Have your smashed avo and eat it too (in your own new home)
By Michael Sauer from Endorphin Wealth.
As a Gen Y Financial Adviser, I’m frequently asked how I can purchase a house while enjoying all the delicious smashed avo, quinoa and whichever other craze food is popular (and topical) at the time. This article contains my top 5 tips for fellow Gen Yers entering the housing market:
1. Create your Base – The First Home Saver Super Scheme (FHSSS)
Politicians don’t want their favourable negative gearing or CGT discounts removed, but they don’t want their own kids to be locked out of the housing market and be living with them forever either. In the midst of this conundrum, the government has introduced the First Home Saver Super Scheme. This scheme allows you to put up to $15,000 p.a. into super to a total cap of $30,000. You can then withdraw this $30,000 plus a deemed investment return (currently 5.11% p.a.) for your first home deposit.
The reasons why it is advantageous to save in super rather than your bank account include:
- You can’t access it to pay for your smashed avo – it’s forced savings.
- Contributing regularly via salary sacrifice means you never see these funds going into your bank account and are therefore out of sight, out of mind.
- The deemed investment returns you receive will be superior to those in a high-interest savings account.
- You will generally save on tax providing you earn more than $21,600 p.a. whilst you are contributing.
2. Put your Frame up – Bank Account Structure
When out paying for my delicious Instagram friendly breakfasts, I do notice a lot of ING Direct cards tapping and going with ‘Splurge’ written on them as if Scott ‘The Barefoot’ Pape had signed them himself. It’s clear there is an appetite for cashflow structure amongst my cohort. Whether you use the Barefoot’s method – or the cashflow structure that I have supplied below, the key is to work out how much you need to save each week to reach your goals (e.g. house deposit, travel, new car) and then separate that amount from your discretionary or ‘splurge’ money.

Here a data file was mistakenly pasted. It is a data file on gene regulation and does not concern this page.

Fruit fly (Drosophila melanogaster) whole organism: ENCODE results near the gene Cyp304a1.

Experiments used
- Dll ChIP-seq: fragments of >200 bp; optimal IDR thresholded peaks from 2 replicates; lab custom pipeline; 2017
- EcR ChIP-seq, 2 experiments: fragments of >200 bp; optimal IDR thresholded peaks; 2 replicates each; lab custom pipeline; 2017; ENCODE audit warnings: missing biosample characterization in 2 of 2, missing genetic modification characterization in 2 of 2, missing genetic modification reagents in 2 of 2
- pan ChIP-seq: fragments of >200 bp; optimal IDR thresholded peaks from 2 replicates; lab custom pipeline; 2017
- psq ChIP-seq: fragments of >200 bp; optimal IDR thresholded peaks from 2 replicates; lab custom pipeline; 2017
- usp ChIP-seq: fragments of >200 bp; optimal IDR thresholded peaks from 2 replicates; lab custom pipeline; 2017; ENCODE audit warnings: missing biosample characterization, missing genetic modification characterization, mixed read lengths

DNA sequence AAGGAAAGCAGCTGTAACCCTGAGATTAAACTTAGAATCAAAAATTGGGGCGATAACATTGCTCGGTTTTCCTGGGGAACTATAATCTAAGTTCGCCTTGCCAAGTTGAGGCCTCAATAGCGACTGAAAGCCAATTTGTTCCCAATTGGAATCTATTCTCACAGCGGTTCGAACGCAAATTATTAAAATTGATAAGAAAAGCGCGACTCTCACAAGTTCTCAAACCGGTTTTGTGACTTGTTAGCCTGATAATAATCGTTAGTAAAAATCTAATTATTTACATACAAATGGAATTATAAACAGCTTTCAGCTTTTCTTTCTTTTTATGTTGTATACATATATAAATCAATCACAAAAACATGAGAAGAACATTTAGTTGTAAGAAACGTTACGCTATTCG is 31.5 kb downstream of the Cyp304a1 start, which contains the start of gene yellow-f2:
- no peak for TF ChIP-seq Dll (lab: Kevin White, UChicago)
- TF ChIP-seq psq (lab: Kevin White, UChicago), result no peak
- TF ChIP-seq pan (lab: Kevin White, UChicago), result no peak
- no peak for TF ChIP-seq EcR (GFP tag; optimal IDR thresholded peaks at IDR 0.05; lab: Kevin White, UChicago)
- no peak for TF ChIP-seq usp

3. Lock up your home – The FHSSS isn’t going to be enough
A couple combined can save $60,000 plus associated earnings for a house deposit through the FHSSS. Assuming you want a 20% deposit – this $60,000 (excluding earnings) means you can afford a $300,000 house. With the median house price in Australia around $800,000, you will need a deposit of $160,000. You can build this additional $100,000 in “high interest” cash or if you have 2+ years until you are even close to having enough, you may look at alternate investment options. A Financial Adviser is best placed to help you in this area.
4. Fixing your home – Being thrifty
How can you be thrifty? It’s definitely NOT skipping out on your round at the pub. It’s about conscious spending – being comfortable spending the money on things you value and limiting spending on anything that isn’t important to you.
Some areas you should focus on are:
- Limiting utility bills – Power is power. Water is water. Check you are paying what you should via the government comparison website:https://compare.energy.vic.gov.au/
- Cut the fat – While us Gen Yers apparently have issues with our ‘smashed avo related discretionary spending’, we are excellent at one thing – DIY, and that allows us to limit ‘service’ based expenses. We are the generation that books our own holidays on search engines, learns new instruments on YouTube and creates gym routines and meal plans from Google.
- Shop for specials – Conventional wisdom says that we should write a list before going grocery shopping to avoid extra spending. These days with the supermarket price wars and frequent half price discounting, you should shop based on what’s on special and think of recipes that go with it from there. If you prefer to shop with a list, try comparing the prices of items you want on apps such as Frugl or Trolleysaver.
All these savings will help you accumulate what you need and spend on what is actually important to you.
5. Completion – See a mortgage broker
After you have done all the hard work in the first four steps, ensure you see a respected Mortgage Broker who will compare the entire market to find you the loan that best fits you. Unfortunately, you cannot always rely on your current bank to provide you with the best deal. Once you have your loan, ensure to review it at least every twelve months because unfortunately, most banks are more concerned by attracting new customers rather than servicing their existing customers. This means the low interest rate experienced by new customers might be vastly different to the interest rate of customers who have been with the bank for several years.
Having completed these 5 steps, all that is left to do is to enjoy your smashed avo in your new home.